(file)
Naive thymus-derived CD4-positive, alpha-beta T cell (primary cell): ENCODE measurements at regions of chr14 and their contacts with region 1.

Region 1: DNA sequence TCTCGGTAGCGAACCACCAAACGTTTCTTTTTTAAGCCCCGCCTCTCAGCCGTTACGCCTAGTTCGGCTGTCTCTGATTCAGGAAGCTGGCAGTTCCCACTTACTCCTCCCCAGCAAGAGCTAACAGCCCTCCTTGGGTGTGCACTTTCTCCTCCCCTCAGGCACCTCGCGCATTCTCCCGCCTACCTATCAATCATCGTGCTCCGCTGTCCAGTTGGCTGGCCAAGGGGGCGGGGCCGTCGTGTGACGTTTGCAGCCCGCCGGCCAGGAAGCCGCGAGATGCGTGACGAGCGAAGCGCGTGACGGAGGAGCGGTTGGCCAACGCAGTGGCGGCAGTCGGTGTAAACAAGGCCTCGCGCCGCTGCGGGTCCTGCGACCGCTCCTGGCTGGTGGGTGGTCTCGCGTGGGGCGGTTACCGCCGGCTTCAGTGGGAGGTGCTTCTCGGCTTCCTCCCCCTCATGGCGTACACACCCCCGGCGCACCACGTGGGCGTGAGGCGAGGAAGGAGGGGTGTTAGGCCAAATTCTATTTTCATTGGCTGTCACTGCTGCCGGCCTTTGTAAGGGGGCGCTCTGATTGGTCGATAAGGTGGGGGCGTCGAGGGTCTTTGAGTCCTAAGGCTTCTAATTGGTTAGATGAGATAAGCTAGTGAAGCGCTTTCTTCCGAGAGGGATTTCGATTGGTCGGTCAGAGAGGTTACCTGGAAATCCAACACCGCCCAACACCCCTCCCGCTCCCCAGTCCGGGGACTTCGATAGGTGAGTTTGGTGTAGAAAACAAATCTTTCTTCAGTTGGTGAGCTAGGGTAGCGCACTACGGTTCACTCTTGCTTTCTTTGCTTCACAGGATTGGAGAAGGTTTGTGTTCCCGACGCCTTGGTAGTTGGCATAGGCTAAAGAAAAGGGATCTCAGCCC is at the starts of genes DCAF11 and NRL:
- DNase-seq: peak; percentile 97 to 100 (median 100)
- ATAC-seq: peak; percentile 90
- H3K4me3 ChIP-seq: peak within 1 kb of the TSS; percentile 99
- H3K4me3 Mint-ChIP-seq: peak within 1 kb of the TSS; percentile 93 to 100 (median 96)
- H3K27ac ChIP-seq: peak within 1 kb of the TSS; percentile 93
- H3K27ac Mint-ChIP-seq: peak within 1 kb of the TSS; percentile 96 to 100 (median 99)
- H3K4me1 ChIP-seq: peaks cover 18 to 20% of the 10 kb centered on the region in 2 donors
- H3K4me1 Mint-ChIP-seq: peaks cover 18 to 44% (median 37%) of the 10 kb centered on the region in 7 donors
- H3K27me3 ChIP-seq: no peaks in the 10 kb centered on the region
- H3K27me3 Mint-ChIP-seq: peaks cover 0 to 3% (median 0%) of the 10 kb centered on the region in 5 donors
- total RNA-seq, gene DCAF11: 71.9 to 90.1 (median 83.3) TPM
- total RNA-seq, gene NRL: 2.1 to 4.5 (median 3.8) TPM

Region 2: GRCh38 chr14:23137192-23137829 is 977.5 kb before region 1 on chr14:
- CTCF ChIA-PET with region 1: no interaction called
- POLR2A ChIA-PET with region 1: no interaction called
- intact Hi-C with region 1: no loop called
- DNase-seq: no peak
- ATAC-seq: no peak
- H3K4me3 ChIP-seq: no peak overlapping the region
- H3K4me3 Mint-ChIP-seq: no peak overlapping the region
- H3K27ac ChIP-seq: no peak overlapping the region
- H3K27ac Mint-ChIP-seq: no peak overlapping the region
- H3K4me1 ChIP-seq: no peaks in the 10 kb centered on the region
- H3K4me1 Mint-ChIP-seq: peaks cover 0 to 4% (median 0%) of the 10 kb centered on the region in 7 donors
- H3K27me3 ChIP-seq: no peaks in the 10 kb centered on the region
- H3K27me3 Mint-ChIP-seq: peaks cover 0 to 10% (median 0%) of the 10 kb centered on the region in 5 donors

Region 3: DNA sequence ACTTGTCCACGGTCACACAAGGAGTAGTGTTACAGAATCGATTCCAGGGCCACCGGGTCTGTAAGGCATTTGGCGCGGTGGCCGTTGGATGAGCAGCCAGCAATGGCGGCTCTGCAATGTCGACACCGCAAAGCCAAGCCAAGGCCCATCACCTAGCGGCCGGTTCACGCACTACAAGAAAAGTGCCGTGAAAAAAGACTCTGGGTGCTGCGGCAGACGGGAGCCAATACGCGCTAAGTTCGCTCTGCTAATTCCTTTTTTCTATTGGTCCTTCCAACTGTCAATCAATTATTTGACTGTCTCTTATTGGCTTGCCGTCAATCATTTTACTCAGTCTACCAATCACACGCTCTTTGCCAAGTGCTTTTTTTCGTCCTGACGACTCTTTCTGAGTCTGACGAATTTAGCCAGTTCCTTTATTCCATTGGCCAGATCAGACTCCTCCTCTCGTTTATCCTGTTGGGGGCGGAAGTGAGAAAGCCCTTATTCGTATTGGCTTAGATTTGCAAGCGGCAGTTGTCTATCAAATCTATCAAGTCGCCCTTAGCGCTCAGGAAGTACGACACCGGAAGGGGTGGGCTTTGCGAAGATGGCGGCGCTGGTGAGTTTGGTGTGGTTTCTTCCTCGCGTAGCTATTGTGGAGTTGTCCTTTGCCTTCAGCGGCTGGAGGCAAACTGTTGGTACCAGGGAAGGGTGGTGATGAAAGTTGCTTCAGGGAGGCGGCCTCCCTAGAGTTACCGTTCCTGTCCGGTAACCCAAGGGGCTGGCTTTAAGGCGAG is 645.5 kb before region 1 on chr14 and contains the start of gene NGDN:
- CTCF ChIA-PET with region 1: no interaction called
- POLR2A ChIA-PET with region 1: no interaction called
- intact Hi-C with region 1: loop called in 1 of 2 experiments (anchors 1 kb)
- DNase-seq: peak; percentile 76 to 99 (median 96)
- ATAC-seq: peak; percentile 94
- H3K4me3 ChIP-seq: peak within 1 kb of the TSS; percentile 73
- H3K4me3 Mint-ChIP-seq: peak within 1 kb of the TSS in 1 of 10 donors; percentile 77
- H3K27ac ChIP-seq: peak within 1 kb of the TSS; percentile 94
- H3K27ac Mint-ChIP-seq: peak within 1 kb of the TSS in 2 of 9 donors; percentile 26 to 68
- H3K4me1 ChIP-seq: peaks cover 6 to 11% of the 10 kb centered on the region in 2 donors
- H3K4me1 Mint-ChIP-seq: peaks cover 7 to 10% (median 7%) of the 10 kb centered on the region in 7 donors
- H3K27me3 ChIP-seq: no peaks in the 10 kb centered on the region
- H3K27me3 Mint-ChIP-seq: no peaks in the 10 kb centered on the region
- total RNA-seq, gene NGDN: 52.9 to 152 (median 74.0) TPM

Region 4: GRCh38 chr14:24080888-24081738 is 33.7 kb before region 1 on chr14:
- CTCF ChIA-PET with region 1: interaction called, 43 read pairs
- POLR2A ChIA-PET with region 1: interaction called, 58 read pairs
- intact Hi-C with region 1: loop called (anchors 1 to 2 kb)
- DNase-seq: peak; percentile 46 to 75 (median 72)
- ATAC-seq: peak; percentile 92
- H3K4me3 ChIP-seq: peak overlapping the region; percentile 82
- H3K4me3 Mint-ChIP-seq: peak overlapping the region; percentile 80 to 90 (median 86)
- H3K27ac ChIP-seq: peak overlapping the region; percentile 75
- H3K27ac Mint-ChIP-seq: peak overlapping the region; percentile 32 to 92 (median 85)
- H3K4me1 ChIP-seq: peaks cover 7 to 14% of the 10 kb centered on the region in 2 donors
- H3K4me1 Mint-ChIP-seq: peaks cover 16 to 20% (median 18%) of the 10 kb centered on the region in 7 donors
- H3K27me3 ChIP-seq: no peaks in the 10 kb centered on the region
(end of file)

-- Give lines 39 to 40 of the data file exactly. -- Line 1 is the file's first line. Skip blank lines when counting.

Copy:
- H3K4me1 ChIP-seq: peaks cover 6 to 11% of the 10 kb centered on the region in 2 donors
- H3K4me1 Mint-ChIP-seq: peaks cover 7 to 10% (median 7%) of the 10 kb centered on the region in 7 donors